The Charity Sector, Games Legacy and the Big Society – Where Does It All Come Together?

It has been four months since the London 2012 Games ended, and one word more than others has been used to describe the vision for the future: Legacy. There was a thought, back in September, of “the Games are over: now what?” Lord Coe pledged, when presenting Britain’s bid for the Games back in 2005, to “inspire a generation” and deliver a lasting legacy. There’s no question that the Games were inspirational – for many of us, images of the likes of Jessica Ennis, Mo Farah and Ellie Simmons celebrating their medal successes are etched in our minds, and we will leap at the opportunity to celebrate Team GB and Paralympics GB’s achievements many times over.

Leonie promotes the London 2012 legacy at the JHub reception.

Leonie promotes the London 2012 legacy at the JHub reception.

Last night, JVN, Mitzvah Day and the Jewish Committee for the London Games (JCLG) invited Jewish Olympic and Paralympic volunteers to a reception at the JHub in West Hampstead. It was well-attended and the room was filled with smiles as memories of the summer were re-lived by the various speakers. People responded extremely positively to JVN Director Leonie Lewis when she said that “we can make the legacy a reality together.” And there are signs that the legacy has come to fruition. For example, millions of pounds have been pledged and pumped into encouraging participation in sport, and it seems to have worked – Maria Miller, the Culture Secretary, claimed that 900,000 more people were taking part in sport and physical activity at the end of 2012 than at the end of 2011. And she also claimed that other elements – people’s changing attitudes towards disability, the economic boom the Games provided, and, of course, the increase in volunteering – proved the Games’ continuing impact. This is open to debate, but we can remain optimistic.

So, we ask the question: what part does the charity sector have to play in the legacy of London 2012? David Cameron said that he wanted to create “the best Olympic legacy ever” in August last year and appointed Lord Coe his Olympics legacy ambassador. This led some to believe that the government was, at last, delivering on its promise to create a Big Society, even if this move was possibly rather opportunistic. But this view has been severely weakened this week with Sir Stephen Bubb, head of the Association of Chief Executives of Voluntary Organisations (ACEVO), which represents over 2,000 charities, claiming that reforms to public services had been “glacially slow” and criticising the “crippling spending cuts” faced by many charities, particularly small and medium sized ones. The government rejected this and claimed that they were “determined to build on the success of the Games Makers at the Olympics and inspire a new generation of volunteers through programmes like Join In and National Citizen Service.” They clearly, therefore, recognise a link between the Olympic legacy, the charity sector and the Big Society (whatever it is interpreted to be). But there seems to be a conflict here. Whilst Bubb clarified his point in an interview on Radio 4’s Today Programme, claiming that he was not having a “whinge about cuts” but that he was highlighting the “huge frustration” felt by charities towards the government’s action on reforming public services, his point remains that the Big Society as a principle cannot be delivered in the face of this lack of effective action.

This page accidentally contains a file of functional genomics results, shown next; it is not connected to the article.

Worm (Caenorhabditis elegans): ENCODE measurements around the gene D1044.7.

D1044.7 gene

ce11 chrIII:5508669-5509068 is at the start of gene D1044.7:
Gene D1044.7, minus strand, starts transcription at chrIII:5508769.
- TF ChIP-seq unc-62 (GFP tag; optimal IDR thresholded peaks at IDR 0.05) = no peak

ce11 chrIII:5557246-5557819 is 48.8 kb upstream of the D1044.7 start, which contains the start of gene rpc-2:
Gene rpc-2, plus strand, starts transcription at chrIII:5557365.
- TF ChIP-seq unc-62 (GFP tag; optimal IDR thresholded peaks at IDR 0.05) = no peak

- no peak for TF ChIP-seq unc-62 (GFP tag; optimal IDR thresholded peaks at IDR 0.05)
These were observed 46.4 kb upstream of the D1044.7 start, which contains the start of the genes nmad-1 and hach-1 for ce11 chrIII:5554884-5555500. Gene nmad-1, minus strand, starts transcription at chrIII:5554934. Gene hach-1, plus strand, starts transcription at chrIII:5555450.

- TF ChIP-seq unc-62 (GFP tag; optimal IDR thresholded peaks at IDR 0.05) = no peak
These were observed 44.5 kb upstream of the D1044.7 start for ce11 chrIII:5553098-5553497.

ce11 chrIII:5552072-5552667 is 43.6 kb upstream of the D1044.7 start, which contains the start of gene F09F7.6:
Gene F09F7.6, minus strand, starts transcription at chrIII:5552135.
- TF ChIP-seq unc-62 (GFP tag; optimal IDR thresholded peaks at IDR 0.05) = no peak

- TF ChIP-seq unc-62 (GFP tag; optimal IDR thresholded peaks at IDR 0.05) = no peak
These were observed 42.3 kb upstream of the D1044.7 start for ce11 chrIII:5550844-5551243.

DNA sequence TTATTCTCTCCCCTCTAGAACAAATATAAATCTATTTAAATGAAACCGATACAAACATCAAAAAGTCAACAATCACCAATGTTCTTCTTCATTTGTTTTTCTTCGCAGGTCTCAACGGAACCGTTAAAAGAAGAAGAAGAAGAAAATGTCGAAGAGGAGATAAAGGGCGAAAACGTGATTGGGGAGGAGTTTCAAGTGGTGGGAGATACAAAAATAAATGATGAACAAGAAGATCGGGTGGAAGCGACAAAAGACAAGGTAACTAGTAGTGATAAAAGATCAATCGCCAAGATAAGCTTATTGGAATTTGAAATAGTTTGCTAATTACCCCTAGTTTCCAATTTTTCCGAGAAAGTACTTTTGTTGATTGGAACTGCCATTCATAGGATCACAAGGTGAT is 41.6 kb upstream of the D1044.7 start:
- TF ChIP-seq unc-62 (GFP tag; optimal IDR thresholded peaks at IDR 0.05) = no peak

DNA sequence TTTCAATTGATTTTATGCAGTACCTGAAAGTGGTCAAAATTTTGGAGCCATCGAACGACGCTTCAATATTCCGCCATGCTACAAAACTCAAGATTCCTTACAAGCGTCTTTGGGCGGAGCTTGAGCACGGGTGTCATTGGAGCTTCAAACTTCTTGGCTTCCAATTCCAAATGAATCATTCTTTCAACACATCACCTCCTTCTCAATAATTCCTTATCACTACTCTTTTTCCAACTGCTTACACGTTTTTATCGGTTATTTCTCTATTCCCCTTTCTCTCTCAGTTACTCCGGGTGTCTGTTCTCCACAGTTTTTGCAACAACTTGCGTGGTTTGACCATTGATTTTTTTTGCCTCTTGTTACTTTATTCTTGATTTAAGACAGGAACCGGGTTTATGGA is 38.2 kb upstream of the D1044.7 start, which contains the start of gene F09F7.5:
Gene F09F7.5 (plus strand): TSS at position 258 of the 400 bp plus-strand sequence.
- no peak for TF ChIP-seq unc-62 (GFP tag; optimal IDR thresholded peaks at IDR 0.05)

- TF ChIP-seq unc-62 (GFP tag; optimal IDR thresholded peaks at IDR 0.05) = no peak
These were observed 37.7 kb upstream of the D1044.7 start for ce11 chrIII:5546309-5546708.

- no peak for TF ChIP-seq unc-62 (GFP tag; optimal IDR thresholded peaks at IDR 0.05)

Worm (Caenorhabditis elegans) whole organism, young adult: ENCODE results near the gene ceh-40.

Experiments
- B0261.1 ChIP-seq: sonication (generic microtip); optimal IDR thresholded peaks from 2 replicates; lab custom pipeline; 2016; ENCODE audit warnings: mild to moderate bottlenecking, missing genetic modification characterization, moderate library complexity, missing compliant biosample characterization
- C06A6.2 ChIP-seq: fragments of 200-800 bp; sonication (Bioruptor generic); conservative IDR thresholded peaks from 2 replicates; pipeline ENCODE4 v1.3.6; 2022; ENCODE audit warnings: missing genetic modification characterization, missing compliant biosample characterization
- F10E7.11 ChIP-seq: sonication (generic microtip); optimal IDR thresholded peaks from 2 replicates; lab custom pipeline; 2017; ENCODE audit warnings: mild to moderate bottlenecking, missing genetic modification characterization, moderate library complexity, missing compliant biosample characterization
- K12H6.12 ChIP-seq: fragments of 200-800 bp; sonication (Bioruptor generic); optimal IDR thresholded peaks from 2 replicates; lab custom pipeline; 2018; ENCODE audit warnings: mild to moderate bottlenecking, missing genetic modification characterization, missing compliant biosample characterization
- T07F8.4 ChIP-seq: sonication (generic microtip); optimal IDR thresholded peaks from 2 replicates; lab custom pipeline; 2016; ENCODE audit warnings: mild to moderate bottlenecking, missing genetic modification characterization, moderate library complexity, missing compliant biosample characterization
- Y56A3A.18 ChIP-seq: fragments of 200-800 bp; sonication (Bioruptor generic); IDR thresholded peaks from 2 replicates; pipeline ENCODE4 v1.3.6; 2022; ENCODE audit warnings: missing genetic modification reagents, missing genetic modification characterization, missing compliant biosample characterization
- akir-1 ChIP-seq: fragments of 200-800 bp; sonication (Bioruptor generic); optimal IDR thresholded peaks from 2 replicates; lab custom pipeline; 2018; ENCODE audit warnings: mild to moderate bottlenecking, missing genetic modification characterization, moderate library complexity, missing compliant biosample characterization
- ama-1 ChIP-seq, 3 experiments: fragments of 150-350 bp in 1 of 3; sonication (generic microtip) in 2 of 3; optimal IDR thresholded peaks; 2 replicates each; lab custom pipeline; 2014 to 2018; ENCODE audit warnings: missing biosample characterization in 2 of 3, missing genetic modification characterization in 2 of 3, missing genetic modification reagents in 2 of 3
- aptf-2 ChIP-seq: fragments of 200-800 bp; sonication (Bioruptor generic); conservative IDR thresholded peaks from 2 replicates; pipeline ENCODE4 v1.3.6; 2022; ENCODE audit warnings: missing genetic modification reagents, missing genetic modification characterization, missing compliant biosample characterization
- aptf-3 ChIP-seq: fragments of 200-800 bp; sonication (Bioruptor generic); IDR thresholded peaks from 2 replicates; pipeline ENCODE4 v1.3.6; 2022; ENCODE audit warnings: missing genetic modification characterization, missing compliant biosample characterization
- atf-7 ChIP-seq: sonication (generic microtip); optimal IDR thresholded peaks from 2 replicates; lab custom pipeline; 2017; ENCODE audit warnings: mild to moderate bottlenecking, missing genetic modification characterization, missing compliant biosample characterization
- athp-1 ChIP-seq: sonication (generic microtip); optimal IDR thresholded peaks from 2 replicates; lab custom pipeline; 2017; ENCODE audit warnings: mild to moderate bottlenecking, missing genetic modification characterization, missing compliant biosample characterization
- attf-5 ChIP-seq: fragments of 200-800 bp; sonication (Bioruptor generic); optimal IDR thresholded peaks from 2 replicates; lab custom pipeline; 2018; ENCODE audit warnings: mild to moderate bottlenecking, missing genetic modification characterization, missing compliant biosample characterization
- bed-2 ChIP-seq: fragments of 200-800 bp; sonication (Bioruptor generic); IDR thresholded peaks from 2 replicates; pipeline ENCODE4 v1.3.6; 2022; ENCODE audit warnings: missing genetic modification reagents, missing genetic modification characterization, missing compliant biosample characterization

Will the volunteers receive the support and effective management they need to keep volunteering?

Will the volunteers receive the support and effective management they need to keep volunteering?

The government’s assertion that they have always “worked to help charities and social enterprises do more good” seemingly goes against how a large proportion of the charity sector feels. Volunteers must be effectively managed and put to work in the best possible manner. And until charities stop being forced to close and are given the support from the government that they need to do this, the London 2012 legacy cannot survive, and the move towards a Big Society will be significantly, and possibly irreversibly, damaged.

Still not taken part in JVN’s survey of organisations? Do it here now!


Categories: JVN Events, Olympics, The Third Sector, Volunteering, Volunteering Issues


Hi, I'm Mike, JVN's Youth Co-ordinator and blogger. I'll be blogging about all sorts of issues affecting the volunteering community, with a particular focus on how recent developments might affect the UK Jewish community's volunteers. I'm always interested to read the comments you make. If you have something you want to see in the JVN blog, e-mail me at and I'll be happy to talk. And if you're inspired by any of my blogs to volunteer, log on to and register to find your perfect volunteering opportunity.


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